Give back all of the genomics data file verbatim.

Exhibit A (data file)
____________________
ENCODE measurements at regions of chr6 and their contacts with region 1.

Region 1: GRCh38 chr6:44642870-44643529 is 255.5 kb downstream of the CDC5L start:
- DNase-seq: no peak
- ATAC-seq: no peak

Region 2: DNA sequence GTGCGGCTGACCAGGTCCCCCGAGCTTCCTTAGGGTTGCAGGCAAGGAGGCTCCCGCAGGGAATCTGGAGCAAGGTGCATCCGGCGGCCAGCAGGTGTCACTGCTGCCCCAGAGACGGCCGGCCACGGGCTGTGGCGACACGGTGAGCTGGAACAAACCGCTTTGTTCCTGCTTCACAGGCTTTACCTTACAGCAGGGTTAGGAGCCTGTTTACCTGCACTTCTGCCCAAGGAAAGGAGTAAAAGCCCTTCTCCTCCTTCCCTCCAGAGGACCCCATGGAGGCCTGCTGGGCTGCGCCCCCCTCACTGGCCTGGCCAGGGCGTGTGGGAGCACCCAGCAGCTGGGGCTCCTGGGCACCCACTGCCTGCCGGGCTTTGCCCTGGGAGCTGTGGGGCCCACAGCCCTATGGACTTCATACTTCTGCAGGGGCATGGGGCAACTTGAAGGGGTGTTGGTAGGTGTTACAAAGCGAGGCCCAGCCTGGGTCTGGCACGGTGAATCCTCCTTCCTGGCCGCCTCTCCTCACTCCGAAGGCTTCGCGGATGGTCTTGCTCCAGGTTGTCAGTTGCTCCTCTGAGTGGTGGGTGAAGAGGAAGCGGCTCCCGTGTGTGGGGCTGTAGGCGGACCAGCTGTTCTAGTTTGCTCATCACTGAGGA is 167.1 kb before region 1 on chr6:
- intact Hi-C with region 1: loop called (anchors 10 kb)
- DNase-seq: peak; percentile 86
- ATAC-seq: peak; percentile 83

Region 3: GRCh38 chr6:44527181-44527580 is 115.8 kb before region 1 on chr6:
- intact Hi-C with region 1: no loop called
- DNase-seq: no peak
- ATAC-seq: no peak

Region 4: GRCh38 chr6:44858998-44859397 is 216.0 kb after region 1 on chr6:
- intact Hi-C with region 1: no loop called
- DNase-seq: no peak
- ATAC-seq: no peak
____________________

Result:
ENCODE measurements at regions of chr6 and their contacts with region 1.

Region 1: GRCh38 chr6:44642870-44643529 is 255.5 kb downstream of the CDC5L start:
- DNase-seq: no peak
- ATAC-seq: no peak

Region 2: DNA sequence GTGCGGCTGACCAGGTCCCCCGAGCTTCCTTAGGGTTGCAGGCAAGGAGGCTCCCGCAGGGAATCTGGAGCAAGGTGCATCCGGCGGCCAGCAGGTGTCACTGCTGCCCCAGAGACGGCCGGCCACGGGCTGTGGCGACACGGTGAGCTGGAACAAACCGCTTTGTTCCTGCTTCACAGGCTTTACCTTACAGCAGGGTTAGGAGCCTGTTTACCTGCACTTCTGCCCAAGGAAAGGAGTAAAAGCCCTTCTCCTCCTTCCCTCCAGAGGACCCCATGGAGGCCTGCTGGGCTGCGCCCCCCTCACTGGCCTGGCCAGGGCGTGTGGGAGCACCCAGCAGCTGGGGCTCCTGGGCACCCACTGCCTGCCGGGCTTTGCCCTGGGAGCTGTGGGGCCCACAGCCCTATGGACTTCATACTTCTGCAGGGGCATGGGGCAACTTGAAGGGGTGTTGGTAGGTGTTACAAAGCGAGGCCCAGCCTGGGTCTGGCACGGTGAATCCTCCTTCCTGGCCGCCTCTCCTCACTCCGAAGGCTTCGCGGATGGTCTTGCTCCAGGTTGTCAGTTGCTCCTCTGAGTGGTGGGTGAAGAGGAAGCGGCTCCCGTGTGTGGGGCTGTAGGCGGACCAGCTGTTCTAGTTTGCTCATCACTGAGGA is 167.1 kb before region 1 on chr6:
- intact Hi-C with region 1: loop called (anchors 10 kb)
- DNase-seq: peak; percentile 86
- ATAC-seq: peak; percentile 83

Region 3: GRCh38 chr6:44527181-44527580 is 115.8 kb before region 1 on chr6:
- intact Hi-C with region 1: no loop called
- DNase-seq: no peak
- ATAC-seq: no peak

Region 4: GRCh38 chr6:44858998-44859397 is 216.0 kb after region 1 on chr6:
- intact Hi-C with region 1: no loop called
- DNase-seq: no peak
- ATAC-seq: no peak